Just prior to the Town Meeting break, S. 54 returned to the House Floor for a vote. The bill had been sent over from the Senate a year ago, and since then has been amended by the House Government Operations Committee, House Ways and Means Committee and the Appropriations Committee. The House voted out the amended version to send back to Senate. I anticipate that the Senate will not accept all the House amendments, and that the bill will end up in a Committee of Conference. The Governor has promised to veto the bill if it does not have a provision to allow for roadside saliva testing. Neither chamber has been willing to include such a provision, so I believe a veto is likely. 

Despite the fact that I had mixed feelings about this bill, I decided to vote against it. I was in the minority on this issue, but I would like to take this opportunity to explain my reasoning. I had 5 major problems with the bill:

  1. This bill would create a new enforcement environment for cannabis users who also drive. There is no equivalent to the blood alcohol test used for alcohol since THC is not water soluble. That means there is enormous discretion by police officers to determine whether they think a driver is under the influence. If they believe that someone is under the influence, they can obtain a warrant and take the individual to a station for mandatory saliva or blood testing. Any individual who uses cannabis regularly or even occasionally could test positive, even if they had not used cannabis that day. I have serious social and racial justice concerns surrounding the rollout of this new enforcement environment. I had seen no data to suggest that issues around driving safety and cannabis are in any way equivalent to the risks associated with driving under the influence of alcohol. Moreover, legal prosecution for cannabis has been skewed against communities of color and the economically disadvantaged in the past. 
  2. This bill characterizes all unregulated cannabis as a "black market" even though Vermonters are currently allowed by state law to cultivate their own cannabis and to gift that produce to friends. I believe that this right is important, but the reality of people who "grow your own" undeniably hurts the market value of regulated cannabis. I'm afraid that Vermonters who are currently in possession of cannabis that they have grown will be put at greater legal risk, in an attempt to drive everyone into the regulated market.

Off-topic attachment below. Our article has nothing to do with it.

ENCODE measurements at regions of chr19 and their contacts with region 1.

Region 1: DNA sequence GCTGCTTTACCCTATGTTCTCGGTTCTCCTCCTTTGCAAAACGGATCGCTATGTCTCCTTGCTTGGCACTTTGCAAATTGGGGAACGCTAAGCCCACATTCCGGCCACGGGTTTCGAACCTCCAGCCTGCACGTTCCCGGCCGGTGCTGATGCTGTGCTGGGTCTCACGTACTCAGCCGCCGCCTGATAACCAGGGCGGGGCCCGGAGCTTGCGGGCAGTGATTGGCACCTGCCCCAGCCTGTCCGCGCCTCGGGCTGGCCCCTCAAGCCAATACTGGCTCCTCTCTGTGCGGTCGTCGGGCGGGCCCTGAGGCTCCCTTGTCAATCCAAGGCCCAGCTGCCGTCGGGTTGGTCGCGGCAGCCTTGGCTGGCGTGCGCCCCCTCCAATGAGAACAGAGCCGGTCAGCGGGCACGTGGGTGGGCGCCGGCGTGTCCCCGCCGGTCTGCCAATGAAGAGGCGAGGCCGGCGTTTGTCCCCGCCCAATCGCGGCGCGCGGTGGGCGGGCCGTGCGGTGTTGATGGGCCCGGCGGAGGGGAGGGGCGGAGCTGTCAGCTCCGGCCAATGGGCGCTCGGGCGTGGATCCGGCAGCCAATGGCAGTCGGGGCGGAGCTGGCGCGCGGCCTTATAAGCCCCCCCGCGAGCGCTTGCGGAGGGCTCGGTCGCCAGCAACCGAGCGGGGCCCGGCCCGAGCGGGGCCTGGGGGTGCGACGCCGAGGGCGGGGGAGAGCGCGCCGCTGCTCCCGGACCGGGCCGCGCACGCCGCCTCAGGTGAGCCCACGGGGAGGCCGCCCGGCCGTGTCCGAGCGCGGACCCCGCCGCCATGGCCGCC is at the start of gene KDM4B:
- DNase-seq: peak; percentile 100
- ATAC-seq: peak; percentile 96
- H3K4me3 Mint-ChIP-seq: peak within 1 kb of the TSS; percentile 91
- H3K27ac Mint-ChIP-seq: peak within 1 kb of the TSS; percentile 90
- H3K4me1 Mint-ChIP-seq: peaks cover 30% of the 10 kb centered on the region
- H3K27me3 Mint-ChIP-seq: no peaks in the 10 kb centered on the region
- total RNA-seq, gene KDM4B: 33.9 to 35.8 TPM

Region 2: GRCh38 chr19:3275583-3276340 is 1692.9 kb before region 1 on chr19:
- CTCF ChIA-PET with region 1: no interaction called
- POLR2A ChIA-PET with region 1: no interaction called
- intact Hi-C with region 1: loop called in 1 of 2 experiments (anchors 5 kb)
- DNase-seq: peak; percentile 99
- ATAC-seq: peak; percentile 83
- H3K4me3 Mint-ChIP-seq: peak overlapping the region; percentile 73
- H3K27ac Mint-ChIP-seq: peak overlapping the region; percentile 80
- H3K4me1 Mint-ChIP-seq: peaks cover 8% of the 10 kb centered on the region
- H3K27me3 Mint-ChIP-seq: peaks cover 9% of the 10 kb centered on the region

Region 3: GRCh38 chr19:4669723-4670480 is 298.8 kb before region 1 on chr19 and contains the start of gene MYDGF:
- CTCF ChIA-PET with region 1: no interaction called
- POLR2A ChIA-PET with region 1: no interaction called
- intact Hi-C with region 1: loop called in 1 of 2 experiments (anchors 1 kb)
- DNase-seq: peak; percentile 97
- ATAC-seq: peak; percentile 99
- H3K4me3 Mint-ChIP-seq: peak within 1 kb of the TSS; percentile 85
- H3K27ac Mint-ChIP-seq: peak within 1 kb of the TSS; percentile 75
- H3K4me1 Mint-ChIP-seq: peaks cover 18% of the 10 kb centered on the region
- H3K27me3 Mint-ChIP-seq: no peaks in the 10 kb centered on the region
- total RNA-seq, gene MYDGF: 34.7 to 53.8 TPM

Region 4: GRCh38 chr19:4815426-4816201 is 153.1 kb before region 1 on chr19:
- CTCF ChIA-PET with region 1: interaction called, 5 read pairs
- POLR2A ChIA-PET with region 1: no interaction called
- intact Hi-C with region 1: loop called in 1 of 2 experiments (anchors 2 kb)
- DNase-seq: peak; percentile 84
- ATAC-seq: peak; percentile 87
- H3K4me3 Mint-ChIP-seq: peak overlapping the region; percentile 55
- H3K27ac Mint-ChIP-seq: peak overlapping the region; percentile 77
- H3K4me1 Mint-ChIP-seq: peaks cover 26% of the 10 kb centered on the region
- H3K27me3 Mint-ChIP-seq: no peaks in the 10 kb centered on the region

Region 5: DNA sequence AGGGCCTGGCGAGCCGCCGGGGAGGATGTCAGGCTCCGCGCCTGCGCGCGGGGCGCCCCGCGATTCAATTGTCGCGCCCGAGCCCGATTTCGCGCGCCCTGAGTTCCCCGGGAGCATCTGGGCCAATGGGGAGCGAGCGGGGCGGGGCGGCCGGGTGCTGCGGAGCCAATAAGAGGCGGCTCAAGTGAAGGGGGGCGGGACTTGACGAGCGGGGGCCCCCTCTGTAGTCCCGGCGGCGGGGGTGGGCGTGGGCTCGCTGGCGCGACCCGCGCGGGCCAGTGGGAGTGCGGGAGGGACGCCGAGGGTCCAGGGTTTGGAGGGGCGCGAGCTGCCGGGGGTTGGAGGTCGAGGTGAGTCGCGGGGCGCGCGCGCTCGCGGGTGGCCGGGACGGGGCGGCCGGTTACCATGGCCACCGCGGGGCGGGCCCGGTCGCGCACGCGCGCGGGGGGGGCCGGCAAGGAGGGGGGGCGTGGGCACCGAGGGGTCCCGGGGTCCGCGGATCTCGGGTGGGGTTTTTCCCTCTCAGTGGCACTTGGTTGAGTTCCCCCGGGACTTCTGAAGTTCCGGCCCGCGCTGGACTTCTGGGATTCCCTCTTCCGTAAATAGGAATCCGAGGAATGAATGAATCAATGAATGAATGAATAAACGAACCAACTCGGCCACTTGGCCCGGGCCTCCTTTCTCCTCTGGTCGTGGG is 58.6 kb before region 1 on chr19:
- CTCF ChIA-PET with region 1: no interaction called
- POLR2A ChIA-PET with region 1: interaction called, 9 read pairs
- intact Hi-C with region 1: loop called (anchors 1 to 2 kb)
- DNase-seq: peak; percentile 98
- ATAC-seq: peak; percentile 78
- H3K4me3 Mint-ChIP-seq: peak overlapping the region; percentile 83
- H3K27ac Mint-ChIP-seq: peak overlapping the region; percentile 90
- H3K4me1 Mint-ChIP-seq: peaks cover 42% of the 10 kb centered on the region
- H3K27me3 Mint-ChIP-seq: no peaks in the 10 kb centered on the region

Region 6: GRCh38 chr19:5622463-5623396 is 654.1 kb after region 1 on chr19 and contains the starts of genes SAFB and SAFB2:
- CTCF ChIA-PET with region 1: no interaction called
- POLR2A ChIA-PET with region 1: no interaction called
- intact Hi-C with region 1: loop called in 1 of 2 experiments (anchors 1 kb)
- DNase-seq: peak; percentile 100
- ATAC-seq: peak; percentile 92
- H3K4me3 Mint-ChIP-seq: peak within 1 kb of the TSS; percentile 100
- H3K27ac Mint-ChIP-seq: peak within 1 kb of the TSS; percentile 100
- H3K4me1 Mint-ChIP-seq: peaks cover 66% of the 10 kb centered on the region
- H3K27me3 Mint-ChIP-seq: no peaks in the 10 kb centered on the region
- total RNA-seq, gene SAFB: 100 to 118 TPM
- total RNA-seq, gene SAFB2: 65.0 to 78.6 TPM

3. This bill would not resolve the Federal prohibition on cannabis, which would result in a very challenged business environment. Since businesses have to pay all state and federal taxes, but cannot write off most expenses, it will be very difficult for small scale producers to stay afloat in this market. Additionally, options for banking are extremely limited. For this reason, I am not confident that this bill will be open to any but the largest corporations. 
  4. This bill was opposed by Rural Vermont and the Northern Organic Farming Association due to the perception that the law as written does not afford enough opportunities for small farmers to participate in the new marketplace.
  5. This bill was opposed by the Vermont Racial Justice Alliance, and given the historically disproportionate impact on communities of color stemming from cannabis enforcement, I take their concerns very seriously. 

I'm confident that a new version of the bill will emerge from a Committee of Conference, and I will evaluate that version on its merits at that time. Please contact me in the meantime with any thoughts on this bill. It's a complex topic!

Caleb 

celder@leg.state.vt.us